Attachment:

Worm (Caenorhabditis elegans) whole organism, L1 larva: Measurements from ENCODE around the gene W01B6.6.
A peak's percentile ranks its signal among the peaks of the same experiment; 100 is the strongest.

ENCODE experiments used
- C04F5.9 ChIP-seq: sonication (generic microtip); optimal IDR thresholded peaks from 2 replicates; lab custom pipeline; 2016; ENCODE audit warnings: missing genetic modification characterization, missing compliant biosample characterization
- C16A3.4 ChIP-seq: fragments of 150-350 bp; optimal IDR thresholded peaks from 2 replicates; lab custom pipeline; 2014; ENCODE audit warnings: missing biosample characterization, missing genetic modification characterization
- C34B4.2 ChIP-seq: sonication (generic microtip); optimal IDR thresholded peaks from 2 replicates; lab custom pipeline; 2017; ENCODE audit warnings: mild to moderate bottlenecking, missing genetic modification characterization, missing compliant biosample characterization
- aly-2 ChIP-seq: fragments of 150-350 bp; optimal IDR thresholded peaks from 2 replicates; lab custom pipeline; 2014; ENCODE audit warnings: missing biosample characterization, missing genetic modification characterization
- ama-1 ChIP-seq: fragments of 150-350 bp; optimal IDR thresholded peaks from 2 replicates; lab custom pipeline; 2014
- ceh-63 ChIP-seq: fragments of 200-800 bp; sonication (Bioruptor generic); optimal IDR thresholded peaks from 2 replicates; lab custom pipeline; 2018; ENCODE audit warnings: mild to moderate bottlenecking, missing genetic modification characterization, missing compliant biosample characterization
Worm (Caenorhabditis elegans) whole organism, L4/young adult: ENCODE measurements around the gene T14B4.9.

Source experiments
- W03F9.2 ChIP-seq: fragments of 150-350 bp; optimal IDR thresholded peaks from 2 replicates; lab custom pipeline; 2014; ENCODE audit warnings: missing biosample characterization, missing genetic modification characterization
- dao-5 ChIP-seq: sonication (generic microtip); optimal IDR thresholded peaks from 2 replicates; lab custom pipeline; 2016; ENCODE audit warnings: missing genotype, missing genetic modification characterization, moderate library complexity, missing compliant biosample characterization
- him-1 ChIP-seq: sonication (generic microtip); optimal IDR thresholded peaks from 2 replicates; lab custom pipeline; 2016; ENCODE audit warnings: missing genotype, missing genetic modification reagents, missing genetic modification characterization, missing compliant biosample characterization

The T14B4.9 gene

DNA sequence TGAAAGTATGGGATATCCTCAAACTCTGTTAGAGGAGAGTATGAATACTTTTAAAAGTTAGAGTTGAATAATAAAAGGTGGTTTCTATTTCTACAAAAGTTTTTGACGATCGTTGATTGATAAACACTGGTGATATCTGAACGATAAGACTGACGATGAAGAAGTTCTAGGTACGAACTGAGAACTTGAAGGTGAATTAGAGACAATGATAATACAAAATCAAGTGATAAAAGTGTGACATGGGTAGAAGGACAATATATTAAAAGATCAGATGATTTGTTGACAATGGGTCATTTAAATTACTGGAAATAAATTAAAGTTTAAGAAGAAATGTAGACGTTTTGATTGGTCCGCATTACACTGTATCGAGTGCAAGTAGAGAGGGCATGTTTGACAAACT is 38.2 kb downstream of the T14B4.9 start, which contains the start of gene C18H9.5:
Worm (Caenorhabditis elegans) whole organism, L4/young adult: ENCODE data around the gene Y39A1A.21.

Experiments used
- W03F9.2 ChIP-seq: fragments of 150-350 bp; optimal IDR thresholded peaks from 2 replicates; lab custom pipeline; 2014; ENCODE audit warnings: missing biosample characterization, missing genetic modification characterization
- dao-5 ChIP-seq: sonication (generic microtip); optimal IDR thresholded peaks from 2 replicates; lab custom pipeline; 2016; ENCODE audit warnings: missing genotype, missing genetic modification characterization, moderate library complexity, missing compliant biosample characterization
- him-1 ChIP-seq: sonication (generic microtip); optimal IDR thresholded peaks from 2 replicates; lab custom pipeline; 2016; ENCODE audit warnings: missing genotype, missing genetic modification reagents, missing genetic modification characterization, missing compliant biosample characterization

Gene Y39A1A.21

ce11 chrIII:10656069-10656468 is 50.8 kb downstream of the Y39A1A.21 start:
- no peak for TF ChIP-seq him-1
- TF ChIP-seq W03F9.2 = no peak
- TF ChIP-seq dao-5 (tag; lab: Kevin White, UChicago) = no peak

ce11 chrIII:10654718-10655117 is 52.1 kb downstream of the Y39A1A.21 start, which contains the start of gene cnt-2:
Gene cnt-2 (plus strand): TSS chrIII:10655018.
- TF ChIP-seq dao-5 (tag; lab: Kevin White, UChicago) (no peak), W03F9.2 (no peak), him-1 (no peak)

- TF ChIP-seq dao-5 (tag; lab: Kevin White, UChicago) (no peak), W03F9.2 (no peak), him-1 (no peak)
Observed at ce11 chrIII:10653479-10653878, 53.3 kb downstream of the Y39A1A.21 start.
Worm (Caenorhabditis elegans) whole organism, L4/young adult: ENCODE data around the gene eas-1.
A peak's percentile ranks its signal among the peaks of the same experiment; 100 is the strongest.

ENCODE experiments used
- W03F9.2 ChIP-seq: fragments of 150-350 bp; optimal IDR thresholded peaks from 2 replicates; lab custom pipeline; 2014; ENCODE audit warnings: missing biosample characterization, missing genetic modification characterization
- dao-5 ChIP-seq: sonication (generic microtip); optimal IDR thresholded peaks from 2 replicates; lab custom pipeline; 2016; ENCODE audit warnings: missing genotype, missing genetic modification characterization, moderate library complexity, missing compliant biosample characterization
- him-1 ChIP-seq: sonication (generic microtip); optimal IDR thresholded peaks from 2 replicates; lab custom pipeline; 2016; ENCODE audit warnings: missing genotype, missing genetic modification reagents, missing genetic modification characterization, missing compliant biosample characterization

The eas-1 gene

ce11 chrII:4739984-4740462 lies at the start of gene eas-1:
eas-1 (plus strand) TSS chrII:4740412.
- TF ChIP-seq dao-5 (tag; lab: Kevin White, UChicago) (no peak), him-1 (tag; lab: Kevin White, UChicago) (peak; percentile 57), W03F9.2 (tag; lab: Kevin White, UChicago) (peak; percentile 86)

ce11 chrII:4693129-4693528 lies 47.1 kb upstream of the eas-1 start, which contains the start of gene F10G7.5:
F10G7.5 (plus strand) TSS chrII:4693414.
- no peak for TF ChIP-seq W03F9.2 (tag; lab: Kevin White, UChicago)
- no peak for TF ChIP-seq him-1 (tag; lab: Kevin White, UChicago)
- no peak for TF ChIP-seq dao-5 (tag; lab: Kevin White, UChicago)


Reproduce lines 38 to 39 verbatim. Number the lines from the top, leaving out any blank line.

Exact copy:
The eas-1 gene

ce11 chrII:4739984-4740462 lies at the start of gene eas-1: